Wednesday, December 21, 2005

The Main Point in the Wiretap Brouhaha

David Ignatius highlighted the real issue about Bush’s wiretap shenanigans in his WaPo article “Revolt of the Professionals” this morning. Ignatius said: “The national security structure that the Bush administration created after Sept. 11, 2001, began to crumble this month because of a bipartisan revolt on Capitol Hill…President Bush has bristled at these challenges to his authority over what has amounted to an undeclared national state of emergency. But the intelligence professionals who have daily responsibility for waging the war against terrorism don't seem particularly surprised or unhappy to see the emergency structure in trouble. They want clear rules and public support that will allow them to do their jobs effectively over the long haul, without getting second-guessed or jerked around by politicians. Basically, they don't want to be left holding the bag -- which this nation has too often done with its professional military and intelligence officers.” Further on in the article Ignatius said, “Agency employees don't want their careers ruined by future congressional or legal investigations of actions they thought were authorized.” And that’s been the besetting sin of the Bush administration since 2000. The White House has made a habit of end-runs around rules. They get their clever flacks to write sophistries on why rules don’t apply to George W. Bush, why the Bush administration doesn’t have to get Congress to declare war before going to war, why the BushMen don’t have to abide by Geneva Convention rules, why torture is legal, why vote tampering isn’t vote tampering, why fixing elections isn’t fixing elections and why secretly ordering wiretaps of Americans is actually required by the Constitution. And seeing George W. Bush, Dick Cheney, Condoleezza Rice or even Colin Powell on TV defending the lies, deceit and wrongdoing of the Bush White House is tiresome and maddening. But the real offense is that a handful of politicians believed they could form a totalitarian government and intimidate their minions and the press into silence. Yes, of course, I get great pleasure seeing the White House daily sink deeper into the morass it has created. But that very comeuppance that is so delicious to watch has been the worst possible scenario for the United States. At this point, it wouldn’t even be helpful for the president to say, "I was wrong." The only thing that will begin to heal the wounds the Bush administration has inflicted on this country is for Congress to defeat the GOP’s plans for empowering the rich and impoverishing the nation. If our laws need to be changed for the USA to be adequately safeguarded against terrorism, then that orderly process should be started. But all efforts of the Bush administration to covertly turn the USA into a dictatorship must be thwarted by Congress and by the voting public. We have three more years of Bush rule. Impeaching Bush, Cheney, Hastert, Stevens and Rice would not solve the problem. However, Congress can defang these snakes and keep them from engaging in more criminal acts.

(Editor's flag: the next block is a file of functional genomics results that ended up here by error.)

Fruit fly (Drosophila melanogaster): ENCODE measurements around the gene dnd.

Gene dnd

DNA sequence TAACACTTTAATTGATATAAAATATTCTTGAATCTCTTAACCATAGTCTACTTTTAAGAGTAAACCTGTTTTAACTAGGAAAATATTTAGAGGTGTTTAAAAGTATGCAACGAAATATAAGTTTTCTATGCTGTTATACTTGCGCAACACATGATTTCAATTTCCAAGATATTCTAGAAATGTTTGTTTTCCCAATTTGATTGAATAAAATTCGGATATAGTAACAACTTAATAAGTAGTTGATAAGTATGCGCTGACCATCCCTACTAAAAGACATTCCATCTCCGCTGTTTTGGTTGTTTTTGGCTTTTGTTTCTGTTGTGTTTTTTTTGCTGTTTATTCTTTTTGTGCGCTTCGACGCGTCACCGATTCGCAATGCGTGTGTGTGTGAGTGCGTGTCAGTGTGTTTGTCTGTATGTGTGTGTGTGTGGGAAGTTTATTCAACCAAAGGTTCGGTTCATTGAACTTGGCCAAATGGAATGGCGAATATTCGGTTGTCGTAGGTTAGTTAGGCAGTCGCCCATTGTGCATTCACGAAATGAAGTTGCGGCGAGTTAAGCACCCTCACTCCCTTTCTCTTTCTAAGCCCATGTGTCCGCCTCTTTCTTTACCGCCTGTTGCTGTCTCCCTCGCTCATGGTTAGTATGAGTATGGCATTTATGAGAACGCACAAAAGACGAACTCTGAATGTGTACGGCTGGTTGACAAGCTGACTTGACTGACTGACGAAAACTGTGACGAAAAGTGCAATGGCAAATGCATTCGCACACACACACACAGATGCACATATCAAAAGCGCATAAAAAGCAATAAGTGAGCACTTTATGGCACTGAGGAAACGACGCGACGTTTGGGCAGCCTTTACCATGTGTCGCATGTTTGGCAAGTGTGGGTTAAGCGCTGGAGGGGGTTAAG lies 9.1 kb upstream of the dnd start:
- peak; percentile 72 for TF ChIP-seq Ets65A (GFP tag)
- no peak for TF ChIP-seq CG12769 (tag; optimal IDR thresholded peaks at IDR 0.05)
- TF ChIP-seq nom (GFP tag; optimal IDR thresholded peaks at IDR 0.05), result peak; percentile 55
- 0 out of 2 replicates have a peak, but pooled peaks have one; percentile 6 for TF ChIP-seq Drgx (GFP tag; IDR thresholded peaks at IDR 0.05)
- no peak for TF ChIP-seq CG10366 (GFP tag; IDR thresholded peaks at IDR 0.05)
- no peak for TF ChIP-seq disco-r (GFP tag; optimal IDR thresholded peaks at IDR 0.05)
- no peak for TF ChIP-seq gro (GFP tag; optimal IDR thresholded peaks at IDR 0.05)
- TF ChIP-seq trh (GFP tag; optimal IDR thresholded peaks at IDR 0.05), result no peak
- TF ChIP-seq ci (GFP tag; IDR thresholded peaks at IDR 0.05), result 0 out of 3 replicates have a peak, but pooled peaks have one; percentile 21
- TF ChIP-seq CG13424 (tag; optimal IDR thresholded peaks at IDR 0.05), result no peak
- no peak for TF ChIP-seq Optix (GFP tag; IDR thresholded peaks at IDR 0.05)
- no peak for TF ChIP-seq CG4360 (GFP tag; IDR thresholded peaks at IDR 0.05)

1 comment:

Barry Schwartz said...

No, I don't think it's just unwarranted wiretaps on Americans. I think it is an unwarranted wiretap on _all_ Americans. I think it is the NSA spidering the internet, sniffing e-mails, listening in on telephones, etc., with machines that employ pattern-matching algorithms.

Somewhere in that mix may be spying on John Kerry, the DNC, etc., the usual Nixonian stuff. But I think the main crime is violation of the 4th amendment rights of hundreds of millions of people within the United States. That would be a staggering crime.